Join us LIVE for a special update from UU the Vote. This event will feature musicians from across the country, a message from UUA President Rev. Susan Frederick-Gray, and opportunities for you to get involved and make meaningful impacts in 2020!
Don’t want you to miss this trend altogether. Chalk the Walks is all about spreading joy, optimism and inspiration through the magical power of sidewalk chalk.
Remember when you were a kid and you’d draw pictures and write happy thoughts with chalk in your driveway and down the sidewalks of your street? And the adults always smiled when they read the big, pastel-colored messages? This is just like that. Only we’re bigger now. And we don’t have to go in the house when the street lights go out.
The idea is as simple as it was in childhood: write happy messages, have fun doing it, spread some joy while you’re at it.
Is sidewalk chalking legal in Asheville? (from a Citizen-Times Answer Man column): “The city of Asheville reviews each situation based on its own facts, but, generally, writing on the public sidewalk is prohibited,” said city spokeswoman Polly McDaniel. “The specific ordinance violation will depend on the situation, but usually writing on the public sidewalk with chalk is a violation of either the city’s sign ordinance or graffiti ordinance.”
The city does make an exception for children’s activities. Mostly the city does not like advertising.
Be respectful – consider your neighbors and others who will see your chalked walks.
Remember the mission – the goal here is to spread joy, optimism and inspiration; if what you’re writing doesn’t accomplish that in a pure and simple way, please reconsider.
Keep it clean – it’s very difficult to spread joy if your content is offensive; if an 8-year-old shouldn’t read it, don’t write it.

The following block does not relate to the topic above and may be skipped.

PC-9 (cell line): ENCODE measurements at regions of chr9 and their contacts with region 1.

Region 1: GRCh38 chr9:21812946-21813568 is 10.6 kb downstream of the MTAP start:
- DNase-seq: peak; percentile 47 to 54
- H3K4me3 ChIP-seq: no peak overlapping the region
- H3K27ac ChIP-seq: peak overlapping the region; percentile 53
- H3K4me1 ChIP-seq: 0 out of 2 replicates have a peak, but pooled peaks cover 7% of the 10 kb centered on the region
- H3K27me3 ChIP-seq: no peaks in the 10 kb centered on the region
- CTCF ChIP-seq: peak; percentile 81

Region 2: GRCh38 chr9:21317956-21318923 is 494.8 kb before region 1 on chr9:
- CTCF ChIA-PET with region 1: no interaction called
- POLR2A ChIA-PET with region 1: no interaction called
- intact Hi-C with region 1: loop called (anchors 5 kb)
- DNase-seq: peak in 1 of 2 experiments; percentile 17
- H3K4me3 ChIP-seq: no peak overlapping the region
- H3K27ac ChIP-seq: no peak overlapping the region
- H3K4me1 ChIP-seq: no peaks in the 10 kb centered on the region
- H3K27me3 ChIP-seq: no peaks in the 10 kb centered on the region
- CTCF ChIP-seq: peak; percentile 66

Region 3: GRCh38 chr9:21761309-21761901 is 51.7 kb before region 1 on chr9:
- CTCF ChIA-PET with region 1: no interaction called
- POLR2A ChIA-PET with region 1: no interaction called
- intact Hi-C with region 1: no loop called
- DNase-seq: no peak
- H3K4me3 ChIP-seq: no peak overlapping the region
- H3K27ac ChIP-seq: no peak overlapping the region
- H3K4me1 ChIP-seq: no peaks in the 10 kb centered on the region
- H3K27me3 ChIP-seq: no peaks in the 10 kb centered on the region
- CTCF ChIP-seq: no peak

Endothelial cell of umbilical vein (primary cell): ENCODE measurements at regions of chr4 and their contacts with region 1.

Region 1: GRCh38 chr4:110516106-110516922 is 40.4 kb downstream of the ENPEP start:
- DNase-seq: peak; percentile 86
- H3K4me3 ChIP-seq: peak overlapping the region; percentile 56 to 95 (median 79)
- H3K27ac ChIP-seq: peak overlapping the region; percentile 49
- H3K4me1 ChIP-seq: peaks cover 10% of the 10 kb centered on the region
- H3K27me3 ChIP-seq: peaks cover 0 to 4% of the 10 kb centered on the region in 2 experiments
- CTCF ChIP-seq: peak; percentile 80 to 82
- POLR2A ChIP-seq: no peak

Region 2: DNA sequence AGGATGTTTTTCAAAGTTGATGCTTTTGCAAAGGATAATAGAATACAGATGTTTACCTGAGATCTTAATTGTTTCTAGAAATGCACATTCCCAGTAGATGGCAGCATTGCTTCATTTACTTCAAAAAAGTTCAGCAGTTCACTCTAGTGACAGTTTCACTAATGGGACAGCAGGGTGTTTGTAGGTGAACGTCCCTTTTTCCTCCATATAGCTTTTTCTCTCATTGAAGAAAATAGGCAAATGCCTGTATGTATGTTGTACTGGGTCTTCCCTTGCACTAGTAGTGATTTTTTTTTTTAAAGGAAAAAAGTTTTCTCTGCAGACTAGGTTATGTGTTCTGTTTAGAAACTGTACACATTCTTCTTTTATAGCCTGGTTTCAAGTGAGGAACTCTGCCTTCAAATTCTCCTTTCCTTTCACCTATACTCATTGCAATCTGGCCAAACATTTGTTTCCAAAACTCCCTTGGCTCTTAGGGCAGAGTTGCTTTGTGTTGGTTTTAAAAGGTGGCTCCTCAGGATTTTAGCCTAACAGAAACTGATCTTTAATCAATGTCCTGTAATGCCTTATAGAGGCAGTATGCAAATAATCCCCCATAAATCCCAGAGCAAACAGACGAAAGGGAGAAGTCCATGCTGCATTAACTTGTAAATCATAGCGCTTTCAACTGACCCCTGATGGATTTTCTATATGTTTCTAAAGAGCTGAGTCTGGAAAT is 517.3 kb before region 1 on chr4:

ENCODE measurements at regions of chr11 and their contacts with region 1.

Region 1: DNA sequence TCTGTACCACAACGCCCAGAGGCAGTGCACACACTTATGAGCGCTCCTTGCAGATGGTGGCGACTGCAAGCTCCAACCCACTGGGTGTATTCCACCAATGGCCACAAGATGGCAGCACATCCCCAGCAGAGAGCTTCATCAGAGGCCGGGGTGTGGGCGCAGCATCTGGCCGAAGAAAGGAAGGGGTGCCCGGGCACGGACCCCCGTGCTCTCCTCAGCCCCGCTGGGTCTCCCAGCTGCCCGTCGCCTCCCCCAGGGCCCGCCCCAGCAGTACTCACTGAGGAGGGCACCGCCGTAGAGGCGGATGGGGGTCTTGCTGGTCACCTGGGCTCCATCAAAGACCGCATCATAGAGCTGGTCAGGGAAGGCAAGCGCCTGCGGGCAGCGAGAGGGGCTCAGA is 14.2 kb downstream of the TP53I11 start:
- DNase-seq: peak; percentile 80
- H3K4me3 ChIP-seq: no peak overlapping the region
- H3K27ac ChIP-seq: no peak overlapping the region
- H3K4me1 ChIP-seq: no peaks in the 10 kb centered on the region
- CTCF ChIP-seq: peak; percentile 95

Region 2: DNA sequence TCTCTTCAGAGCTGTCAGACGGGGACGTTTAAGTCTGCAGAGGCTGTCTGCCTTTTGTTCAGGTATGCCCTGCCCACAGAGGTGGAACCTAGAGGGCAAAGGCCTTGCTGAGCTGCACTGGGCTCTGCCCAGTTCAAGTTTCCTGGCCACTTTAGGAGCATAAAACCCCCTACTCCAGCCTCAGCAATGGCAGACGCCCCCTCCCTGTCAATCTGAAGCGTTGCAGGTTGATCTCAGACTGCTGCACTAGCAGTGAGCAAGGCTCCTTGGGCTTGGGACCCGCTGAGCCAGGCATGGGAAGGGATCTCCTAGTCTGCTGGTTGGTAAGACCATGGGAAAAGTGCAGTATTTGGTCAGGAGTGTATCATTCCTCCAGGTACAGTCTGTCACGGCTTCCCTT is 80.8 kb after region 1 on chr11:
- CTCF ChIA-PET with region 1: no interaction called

Have fun – play is important to our mental and emotional health; connect with your inner child, be playful, have fun.
You have permission to use the church’s sidewalks! (That’s outdoor exercise, right?) Just stay 6 feet apart.
When this is over, may we never again take for granted
A handshake with a stranger
Full shelves at the store
Conversations with neighbors
A crowded theater
Friday night out
The taste of communion
A routine checkup
The school rush each morning
Coffee with a friend
The stadium roaring
Each deep breath
A boring Tuesday
When this ends
may we find
that we have become
more like the people
we wanted to be
we were called to be
we hoped to be
and may we stay
that way — better
for each other
because of the worst.
Yes there is fear. Yes there is isolation. Yes there is panic-buying. Yes there is sickness. Yes there is even death.
But, it’s said in Wuhan after so many years of noise You can hear the birds again. They say that after just a few weeks of quiet The sky is no longer thick with fumes But blue and grey and clear. They say that in the streets of Assisi People are singing to each other across the empty squares, keeping their windows open so that those who are alone may hear the sounds of family around them.
They say that a hotel in the West of Ireland Is offering free meals and delivery to the housebound. Today a young woman I know is busy spreading fliers with her number through the neighbourhood So that the elders may have someone to call on…..
All over the world people are slowing down and reflecting All over the world people are looking at their neighbours in a new way All over the world people are waking up to a new reality
To how big we really are. To how little control we really have. To what really matters. To Love. So we pray and we remember that Yes there is fear. But there does not have to be hate. Yes there is isolation. But there does not have to be loneliness. Yes there is panic-buying.
But there does not have to be meanness. Yes there is sickness. But there does not have to be disease of the soul Yes there is even death. But there can always be a rebirth of love. Wake to the choices you make as to how to live now.